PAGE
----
Now, at about this juncture, some of the young people are going, “Okay, Ed, I’ve got it, man! The lights have come on. You’re talking about respect. Don’t disrespect your parents, you’re saying. You’re talking about respect.” Well, sort of. You’re in the pool, if you see respect, but you’re just in the shallow end. The goal today is to gain understanding. We want to move from the shallows to the depths.
Ephesians helps us do so. Ephesians 6:1-3, “Children, obey your parents in the Lord, for this is right.” Is anyone fuzzy on that one? A bunch of lawyers didn’t draft that one. There are no escape clauses or fine print in here, kids. “Children, obey your parents in the Lord, for this is right. Honor your father and mother, which is the first commandment with a promise.” Isn’t that great? Our loving God gives us a promise, and then the perks of the promise. Here it is: “that it may go well with you.” Wellness. People are always talking about wellness these days. “I want a life of wellness.” It goes back to obedience. “And that you may enjoy a long life.” Longevity. Wellness and longevity if I honor my father and mother.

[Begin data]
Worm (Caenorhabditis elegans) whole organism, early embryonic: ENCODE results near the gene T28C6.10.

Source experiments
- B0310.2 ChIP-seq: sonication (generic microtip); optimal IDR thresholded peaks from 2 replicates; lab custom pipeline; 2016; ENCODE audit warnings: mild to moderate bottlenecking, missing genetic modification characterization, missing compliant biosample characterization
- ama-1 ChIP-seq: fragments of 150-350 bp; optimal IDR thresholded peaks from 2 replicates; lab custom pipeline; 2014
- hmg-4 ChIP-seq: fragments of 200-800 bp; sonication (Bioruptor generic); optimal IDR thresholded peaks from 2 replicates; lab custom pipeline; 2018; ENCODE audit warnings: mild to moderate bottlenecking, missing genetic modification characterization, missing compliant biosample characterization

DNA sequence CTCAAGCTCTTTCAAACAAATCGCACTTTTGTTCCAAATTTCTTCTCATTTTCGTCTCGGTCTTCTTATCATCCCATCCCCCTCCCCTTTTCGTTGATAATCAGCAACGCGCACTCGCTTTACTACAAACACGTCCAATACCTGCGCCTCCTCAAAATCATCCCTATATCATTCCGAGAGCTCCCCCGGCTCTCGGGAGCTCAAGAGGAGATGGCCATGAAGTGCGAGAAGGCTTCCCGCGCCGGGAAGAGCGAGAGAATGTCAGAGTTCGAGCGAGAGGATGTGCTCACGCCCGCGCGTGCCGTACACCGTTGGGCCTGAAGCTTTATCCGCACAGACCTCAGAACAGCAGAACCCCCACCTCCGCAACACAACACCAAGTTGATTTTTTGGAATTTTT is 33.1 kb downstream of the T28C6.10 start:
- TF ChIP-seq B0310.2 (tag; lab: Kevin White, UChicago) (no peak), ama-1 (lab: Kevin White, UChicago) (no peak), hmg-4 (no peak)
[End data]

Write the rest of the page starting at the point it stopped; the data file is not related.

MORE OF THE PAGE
Not just respect them. When I honor my father and mother, it means I value them and respect them, both with my attitudes and actions. “Well, Ed, man, my mom and dad know that I love them. I bought my dad this cool card that says ‘I love you’ on it. They know that.” Oh, really. It’s good to say it. I’m all for that. Good for you. It must be with our attitudes and our actions. Our attitude—our facial expressions, our character, our stick-to-itive-ness. We must also act that way.